There are two main methods that are used to colour plastic products and packaging; raw pigments and masterbatch. Deciding which one is right for your products can prove to be a bit of a challenge, so we have provided the benefits and drawbacks of each method.
Masterbatch can typically be viewed as more advanced by some manufacturers, but it is important to understand how each process works so you can decide which is best for you.
Raw pigments are mixed with plastic pellets in a hopper. This process uses a ratio of 2% pigment in terms of volume. Sometimes, the pellets need to be dried out before adding the powder. Then, the dry pigment sticks to the plastic pellets, enabling it to reach the colour.
This method is best used in more specific circumstances. For instance, if there is a small amount of custom colour. Pigments are also seen as more cost-effective and come in a range of colours. They are also easy to mix, making the process faster and straightforward.
Since powders can get quite messy, there is a risk the raw pigments will become airborne during the colouring process and, as a result, they could contaminate nearby manufacturing lines. Additionally, the fact they are powders means they can, at times, be harder to store.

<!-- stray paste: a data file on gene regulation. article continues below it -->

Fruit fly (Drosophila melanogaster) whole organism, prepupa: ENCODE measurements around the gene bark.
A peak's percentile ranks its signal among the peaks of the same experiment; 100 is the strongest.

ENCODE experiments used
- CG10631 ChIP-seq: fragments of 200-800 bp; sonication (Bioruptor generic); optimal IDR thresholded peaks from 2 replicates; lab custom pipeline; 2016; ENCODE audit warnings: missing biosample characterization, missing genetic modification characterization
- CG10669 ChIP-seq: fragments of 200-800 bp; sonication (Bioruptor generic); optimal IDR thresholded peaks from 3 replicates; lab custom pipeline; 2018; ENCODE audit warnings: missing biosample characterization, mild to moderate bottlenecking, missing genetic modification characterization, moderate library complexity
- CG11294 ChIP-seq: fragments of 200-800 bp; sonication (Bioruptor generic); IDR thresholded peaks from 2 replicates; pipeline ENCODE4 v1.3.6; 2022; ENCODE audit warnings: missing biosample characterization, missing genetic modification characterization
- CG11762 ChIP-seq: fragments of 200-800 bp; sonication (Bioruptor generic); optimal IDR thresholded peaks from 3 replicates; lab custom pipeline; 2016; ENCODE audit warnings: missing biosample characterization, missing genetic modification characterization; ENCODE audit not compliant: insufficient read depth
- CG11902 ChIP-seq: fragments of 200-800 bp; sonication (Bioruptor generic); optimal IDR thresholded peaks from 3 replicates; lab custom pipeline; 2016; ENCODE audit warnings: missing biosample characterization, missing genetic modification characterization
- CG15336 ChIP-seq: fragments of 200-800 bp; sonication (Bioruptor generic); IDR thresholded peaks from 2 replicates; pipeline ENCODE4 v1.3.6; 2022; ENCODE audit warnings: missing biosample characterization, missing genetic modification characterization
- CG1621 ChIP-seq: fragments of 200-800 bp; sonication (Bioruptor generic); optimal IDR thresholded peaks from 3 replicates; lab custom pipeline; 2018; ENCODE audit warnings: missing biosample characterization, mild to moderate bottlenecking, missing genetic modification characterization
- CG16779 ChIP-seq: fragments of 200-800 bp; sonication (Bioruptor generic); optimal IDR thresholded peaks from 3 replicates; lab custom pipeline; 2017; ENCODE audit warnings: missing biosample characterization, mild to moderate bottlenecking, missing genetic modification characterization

This process involves mixing concentrated pigments together under heat, followed by placing these into a binder, to create granules that will make your end-product. Since they are in a pellet form, some manufacturers can view them as easier to store than powders.
Abbey Masterbatch has listed the advantages on their blog. These include the fact that it’s in pellet forms, which, reportedly, makes the manufacturing process easier. With masterbatches, the colouring will also stay consistent throughout, avoiding patchiness and, additionally, the opacity of the product can be changed with ease.
The main disadvantage of masterbatch is the potential insufficient dispersion of the pattern of colouring due to the fact they are pre-mixed. Another drawback associated with this form of colouring is the increased risk of the colourant clumping up during the colouring process.
Therefore, both have their pros and cons, so reading through these might be able to help you decide which is the best method to use to add colour to your products and packaging.